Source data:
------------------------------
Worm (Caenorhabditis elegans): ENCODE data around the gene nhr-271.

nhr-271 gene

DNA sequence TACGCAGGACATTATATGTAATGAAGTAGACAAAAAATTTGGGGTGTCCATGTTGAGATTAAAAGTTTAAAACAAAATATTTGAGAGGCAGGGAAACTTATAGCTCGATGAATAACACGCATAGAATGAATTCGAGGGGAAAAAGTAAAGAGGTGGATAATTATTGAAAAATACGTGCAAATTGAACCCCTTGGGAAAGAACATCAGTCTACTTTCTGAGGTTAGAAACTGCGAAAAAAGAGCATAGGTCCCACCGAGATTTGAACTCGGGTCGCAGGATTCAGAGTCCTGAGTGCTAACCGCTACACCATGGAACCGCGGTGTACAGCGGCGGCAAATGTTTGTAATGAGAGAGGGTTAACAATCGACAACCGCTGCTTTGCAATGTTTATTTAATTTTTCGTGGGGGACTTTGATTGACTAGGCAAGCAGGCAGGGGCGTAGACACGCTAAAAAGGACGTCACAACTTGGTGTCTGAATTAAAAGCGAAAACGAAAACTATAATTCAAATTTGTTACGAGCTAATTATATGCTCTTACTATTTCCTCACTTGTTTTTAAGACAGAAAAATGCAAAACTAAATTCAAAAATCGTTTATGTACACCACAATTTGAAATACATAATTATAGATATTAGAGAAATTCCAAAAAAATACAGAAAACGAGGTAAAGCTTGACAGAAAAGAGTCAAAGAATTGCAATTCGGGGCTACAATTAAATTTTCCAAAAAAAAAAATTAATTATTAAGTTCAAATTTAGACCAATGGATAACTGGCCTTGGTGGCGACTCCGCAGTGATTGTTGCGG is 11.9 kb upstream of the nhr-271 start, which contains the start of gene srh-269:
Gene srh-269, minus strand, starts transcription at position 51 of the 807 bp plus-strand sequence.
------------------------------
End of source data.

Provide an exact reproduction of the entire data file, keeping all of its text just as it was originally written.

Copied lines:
Worm (Caenorhabditis elegans): ENCODE data around the gene nhr-271.

nhr-271 gene

DNA sequence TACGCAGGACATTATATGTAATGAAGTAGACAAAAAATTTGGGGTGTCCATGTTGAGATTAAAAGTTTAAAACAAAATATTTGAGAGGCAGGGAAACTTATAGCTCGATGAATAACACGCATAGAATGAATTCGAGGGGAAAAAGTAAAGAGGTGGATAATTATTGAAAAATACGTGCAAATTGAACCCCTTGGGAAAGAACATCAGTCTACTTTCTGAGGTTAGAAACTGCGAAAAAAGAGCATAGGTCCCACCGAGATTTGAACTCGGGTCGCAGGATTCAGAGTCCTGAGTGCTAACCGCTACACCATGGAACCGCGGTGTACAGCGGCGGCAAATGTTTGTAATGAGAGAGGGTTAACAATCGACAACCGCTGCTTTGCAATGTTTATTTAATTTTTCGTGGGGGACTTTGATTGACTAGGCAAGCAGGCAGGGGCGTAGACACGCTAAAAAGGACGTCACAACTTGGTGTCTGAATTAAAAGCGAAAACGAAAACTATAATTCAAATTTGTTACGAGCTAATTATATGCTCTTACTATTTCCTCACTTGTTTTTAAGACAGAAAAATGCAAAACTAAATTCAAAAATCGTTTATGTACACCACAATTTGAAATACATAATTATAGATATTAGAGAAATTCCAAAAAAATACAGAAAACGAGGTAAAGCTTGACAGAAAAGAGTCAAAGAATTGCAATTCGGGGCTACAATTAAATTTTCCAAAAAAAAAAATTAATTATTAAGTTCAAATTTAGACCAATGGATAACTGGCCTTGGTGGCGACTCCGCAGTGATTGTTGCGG is 11.9 kb upstream of the nhr-271 start, which contains the start of gene srh-269:
Gene srh-269, minus strand, starts transcription at position 51 of the 807 bp plus-strand sequence.